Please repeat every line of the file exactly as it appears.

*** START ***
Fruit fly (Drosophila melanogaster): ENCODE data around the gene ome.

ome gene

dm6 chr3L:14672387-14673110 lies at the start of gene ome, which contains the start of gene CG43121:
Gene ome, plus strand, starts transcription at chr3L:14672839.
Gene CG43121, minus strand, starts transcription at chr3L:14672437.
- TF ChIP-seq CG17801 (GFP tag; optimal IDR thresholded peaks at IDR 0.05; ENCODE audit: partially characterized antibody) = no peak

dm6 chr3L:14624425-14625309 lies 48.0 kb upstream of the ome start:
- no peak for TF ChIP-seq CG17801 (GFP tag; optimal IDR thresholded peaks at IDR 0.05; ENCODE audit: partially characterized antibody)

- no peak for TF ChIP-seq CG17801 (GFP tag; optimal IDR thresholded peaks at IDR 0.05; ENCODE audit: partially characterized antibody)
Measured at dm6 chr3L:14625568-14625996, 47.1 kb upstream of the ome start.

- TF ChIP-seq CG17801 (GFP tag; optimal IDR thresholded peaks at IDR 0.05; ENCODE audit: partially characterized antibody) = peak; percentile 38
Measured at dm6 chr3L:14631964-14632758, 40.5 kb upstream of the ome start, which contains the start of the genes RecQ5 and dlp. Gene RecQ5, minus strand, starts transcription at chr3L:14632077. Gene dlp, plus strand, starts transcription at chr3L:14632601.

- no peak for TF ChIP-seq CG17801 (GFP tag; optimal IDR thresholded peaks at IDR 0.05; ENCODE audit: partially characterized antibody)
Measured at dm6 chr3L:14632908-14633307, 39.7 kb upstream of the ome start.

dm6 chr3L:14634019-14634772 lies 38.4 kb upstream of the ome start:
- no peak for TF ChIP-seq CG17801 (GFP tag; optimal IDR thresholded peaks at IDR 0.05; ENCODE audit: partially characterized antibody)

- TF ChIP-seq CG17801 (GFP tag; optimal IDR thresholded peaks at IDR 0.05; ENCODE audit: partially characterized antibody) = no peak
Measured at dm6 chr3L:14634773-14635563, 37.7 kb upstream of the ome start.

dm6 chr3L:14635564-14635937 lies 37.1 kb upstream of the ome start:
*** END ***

Fruit fly (Drosophila melanogaster): ENCODE data around the gene ome.

ome gene

dm6 chr3L:14672387-14673110 lies at the start of gene ome, which contains the start of gene CG43121:
Gene ome, plus strand, starts transcription at chr3L:14672839.
Gene CG43121, minus strand, starts transcription at chr3L:14672437.
- TF ChIP-seq CG17801 (GFP tag; optimal IDR thresholded peaks at IDR 0.05; ENCODE audit: partially characterized antibody) = no peak

dm6 chr3L:14624425-14625309 lies 48.0 kb upstream of the ome start:
- no peak for TF ChIP-seq CG17801 (GFP tag; optimal IDR thresholded peaks at IDR 0.05; ENCODE audit: partially characterized antibody)

- no peak for TF ChIP-seq CG17801 (GFP tag; optimal IDR thresholded peaks at IDR 0.05; ENCODE audit: partially characterized antibody)
Measured at dm6 chr3L:14625568-14625996, 47.1 kb upstream of the ome start.

- TF ChIP-seq CG17801 (GFP tag; optimal IDR thresholded peaks at IDR 0.05; ENCODE audit: partially characterized antibody) = peak; percentile 38
Measured at dm6 chr3L:14631964-14632758, 40.5 kb upstream of the ome start, which contains the start of the genes RecQ5 and dlp. Gene RecQ5, minus strand, starts transcription at chr3L:14632077. Gene dlp, plus strand, starts transcription at chr3L:14632601.

- no peak for TF ChIP-seq CG17801 (GFP tag; optimal IDR thresholded peaks at IDR 0.05; ENCODE audit: partially characterized antibody)
Measured at dm6 chr3L:14632908-14633307, 39.7 kb upstream of the ome start.

dm6 chr3L:14634019-14634772 lies 38.4 kb upstream of the ome start:
- no peak for TF ChIP-seq CG17801 (GFP tag; optimal IDR thresholded peaks at IDR 0.05; ENCODE audit: partially characterized antibody)

- TF ChIP-seq CG17801 (GFP tag; optimal IDR thresholded peaks at IDR 0.05; ENCODE audit: partially characterized antibody) = no peak
Measured at dm6 chr3L:14634773-14635563, 37.7 kb upstream of the ome start.

dm6 chr3L:14635564-14635937 lies 37.1 kb upstream of the ome start: